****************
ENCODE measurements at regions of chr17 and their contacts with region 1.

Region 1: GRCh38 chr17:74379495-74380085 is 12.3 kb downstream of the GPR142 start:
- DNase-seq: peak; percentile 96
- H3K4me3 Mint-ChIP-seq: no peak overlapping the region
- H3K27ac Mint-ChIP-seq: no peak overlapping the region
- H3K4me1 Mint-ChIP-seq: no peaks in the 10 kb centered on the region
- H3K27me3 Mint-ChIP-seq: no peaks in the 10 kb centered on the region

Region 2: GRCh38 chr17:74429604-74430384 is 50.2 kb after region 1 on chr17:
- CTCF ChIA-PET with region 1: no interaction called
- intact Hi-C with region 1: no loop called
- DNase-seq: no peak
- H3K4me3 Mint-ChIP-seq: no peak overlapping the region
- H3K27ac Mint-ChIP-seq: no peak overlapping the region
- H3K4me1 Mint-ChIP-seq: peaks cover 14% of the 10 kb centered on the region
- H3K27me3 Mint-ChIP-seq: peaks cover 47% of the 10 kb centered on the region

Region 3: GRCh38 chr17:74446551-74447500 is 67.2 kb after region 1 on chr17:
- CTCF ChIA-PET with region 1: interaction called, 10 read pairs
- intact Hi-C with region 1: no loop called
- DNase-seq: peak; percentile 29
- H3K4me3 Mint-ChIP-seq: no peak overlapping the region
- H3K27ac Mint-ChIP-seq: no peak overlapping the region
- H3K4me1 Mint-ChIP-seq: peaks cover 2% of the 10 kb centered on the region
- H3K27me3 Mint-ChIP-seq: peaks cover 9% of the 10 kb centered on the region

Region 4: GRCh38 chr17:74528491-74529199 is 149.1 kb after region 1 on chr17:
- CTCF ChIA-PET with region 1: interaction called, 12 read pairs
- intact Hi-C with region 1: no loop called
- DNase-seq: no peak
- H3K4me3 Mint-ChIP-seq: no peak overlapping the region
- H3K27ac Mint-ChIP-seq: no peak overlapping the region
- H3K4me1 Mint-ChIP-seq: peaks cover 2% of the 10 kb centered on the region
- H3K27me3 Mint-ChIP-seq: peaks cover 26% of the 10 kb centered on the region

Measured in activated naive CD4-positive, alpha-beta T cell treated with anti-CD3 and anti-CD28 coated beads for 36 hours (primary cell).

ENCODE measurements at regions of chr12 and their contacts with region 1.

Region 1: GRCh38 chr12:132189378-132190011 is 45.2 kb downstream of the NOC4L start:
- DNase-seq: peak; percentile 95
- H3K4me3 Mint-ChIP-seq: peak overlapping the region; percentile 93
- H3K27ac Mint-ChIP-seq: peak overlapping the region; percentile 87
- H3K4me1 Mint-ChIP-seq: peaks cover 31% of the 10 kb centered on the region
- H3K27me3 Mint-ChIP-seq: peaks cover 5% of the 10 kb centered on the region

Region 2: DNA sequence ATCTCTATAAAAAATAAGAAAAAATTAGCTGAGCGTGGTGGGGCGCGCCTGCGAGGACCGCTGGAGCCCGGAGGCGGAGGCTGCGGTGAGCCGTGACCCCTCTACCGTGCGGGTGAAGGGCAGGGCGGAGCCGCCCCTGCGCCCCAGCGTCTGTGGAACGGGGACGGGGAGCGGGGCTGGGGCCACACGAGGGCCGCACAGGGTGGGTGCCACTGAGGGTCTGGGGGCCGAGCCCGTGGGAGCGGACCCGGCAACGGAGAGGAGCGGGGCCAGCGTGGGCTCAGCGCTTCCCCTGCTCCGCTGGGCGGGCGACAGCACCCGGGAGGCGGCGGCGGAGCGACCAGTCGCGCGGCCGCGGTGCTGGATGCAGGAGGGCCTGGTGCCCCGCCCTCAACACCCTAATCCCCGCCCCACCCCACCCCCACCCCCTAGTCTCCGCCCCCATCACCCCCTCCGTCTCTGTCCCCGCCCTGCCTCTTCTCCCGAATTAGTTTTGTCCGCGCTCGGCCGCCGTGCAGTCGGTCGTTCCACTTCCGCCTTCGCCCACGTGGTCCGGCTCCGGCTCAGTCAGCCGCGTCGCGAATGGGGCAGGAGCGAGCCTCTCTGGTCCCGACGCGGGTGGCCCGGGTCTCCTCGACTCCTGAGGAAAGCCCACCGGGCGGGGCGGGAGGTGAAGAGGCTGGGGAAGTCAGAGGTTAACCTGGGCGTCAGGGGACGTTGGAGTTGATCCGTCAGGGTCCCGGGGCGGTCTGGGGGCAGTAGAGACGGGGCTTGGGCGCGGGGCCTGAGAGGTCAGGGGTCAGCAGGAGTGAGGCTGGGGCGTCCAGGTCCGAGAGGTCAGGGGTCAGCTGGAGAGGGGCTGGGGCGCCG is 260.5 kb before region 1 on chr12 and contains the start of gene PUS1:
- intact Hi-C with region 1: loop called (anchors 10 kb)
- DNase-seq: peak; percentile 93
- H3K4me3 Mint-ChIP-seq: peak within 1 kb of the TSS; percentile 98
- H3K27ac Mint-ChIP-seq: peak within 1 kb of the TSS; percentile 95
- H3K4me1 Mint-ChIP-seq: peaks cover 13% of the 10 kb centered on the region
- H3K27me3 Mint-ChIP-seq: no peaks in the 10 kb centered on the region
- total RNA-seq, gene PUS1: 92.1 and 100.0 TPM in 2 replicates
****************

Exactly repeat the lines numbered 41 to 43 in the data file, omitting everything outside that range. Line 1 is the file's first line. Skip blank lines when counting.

- intact Hi-C with region 1: loop called (anchors 10 kb)
- DNase-seq: peak; percentile 93
- H3K4me3 Mint-ChIP-seq: peak within 1 kb of the TSS; percentile 98